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Jack's Ward by Horatio Alger
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In the latter year he settled in New York and began drawing public
attention to the condition and needs of street boys. He mingled with
them, gained their confidence, showed a personal concern in their
affairs, and stimulated them to honest and useful living. With his first
story he won the hearts of all red-blooded boys everywhere, and of the
seventy or more that followed over a million copies were sold during the
author's lifetime.

In his later life he was in appearance a short, stout, bald-headed man,
with cordial manners and whimsical views of things that amused all who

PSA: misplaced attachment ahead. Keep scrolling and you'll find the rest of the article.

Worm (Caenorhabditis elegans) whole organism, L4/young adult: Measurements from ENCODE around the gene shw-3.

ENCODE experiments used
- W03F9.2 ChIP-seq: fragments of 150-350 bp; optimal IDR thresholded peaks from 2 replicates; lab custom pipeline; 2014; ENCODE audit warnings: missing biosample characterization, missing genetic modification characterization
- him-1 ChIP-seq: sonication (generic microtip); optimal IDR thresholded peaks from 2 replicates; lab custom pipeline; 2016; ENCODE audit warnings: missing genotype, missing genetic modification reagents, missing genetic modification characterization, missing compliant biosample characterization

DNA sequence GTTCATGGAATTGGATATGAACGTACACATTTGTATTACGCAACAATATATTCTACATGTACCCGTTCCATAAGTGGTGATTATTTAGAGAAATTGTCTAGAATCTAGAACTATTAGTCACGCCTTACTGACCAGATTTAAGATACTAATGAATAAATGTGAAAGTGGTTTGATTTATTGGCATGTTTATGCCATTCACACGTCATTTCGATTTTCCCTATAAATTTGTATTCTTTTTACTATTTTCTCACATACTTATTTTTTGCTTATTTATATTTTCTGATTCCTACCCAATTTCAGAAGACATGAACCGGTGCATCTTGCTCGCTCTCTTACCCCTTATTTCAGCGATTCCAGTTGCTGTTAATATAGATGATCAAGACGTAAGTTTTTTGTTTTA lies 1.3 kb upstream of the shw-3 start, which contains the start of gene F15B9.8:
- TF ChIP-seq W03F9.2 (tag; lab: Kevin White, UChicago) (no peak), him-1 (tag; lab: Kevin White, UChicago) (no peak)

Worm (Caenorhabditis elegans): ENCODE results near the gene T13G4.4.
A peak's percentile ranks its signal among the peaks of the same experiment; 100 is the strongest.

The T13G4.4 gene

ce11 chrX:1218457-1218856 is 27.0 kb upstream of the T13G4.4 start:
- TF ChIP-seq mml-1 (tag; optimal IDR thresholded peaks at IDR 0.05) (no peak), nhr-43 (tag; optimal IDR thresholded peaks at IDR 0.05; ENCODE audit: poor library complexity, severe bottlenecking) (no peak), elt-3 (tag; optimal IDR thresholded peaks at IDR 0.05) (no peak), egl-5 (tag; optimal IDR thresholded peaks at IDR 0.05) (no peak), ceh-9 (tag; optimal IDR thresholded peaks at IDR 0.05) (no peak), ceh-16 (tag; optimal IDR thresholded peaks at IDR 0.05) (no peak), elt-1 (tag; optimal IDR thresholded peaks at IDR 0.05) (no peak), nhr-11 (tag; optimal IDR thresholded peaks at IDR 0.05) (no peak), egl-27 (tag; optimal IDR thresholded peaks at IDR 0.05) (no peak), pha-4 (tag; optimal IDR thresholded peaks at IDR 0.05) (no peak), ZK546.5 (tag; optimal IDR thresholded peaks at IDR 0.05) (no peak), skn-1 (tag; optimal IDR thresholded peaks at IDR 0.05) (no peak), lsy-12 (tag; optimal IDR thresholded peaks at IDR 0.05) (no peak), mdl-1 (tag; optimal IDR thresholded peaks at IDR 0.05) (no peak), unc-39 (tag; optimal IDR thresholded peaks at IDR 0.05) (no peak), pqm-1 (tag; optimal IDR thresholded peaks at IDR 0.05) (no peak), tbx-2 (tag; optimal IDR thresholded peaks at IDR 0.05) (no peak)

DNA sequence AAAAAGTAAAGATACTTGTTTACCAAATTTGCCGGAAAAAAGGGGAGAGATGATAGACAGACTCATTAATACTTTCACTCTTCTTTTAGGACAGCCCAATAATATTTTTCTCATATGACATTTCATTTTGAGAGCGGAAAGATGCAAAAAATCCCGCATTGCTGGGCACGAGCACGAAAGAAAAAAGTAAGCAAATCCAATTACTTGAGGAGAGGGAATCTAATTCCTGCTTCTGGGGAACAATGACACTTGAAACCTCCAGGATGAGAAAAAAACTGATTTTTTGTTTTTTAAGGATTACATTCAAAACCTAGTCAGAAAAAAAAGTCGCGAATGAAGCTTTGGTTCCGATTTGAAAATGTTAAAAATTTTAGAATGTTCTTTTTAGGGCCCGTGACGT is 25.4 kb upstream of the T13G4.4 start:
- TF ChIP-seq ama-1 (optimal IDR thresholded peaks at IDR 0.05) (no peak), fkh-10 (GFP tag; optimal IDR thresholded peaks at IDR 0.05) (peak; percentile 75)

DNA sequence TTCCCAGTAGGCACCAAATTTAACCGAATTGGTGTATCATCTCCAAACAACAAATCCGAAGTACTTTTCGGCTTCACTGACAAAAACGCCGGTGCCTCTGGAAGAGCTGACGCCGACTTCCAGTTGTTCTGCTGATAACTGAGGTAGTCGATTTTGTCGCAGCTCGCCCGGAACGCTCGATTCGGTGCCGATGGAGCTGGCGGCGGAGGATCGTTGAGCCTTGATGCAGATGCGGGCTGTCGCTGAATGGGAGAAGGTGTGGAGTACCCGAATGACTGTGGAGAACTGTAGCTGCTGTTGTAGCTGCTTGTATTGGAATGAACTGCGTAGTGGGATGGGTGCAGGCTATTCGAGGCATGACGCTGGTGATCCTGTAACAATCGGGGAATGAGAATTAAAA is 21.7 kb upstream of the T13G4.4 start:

met him. He died at Natick, Mass., July 18, 1899.

Mr. Alger's stories are as popular now as when first published, because
they treat of real live boys who were always up and about--just like the
boys found everywhere to-day. They are pure in tone and inspiring in
influence, and many reforms in the juvenile life of New York may be
traced to them. Among the best known are:

_Strong and Steady; Strive and Succeed; Try and Trust; Bound to Rise;
Risen from the Ranks; Herbert Carter's Legacy; Brave and Bold; Jack's
Ward; Shifting for Himself; Wait and Hope; Paul the Peddler; Phil the
Fiddler; Slow and Sure; Julius the Street Boy; Tom the Bootblack;
Struggling Upward; Facing the World; The Cash Boy; Making His Way; Tony
the Tramp; Joe's Luck; Do and Dare; Only an Irish Boy; Sink or Swim; A
Cousin's Conspiracy; Andy Gordon; Bob Burton; Harry Vane; Hector's
Inheritance; Mark Mason's Triumph; Sam's Chance; The Telegraph Boy; The
Young Adventurer; The Young Outlaw; The Young Salesman_, and _Luke

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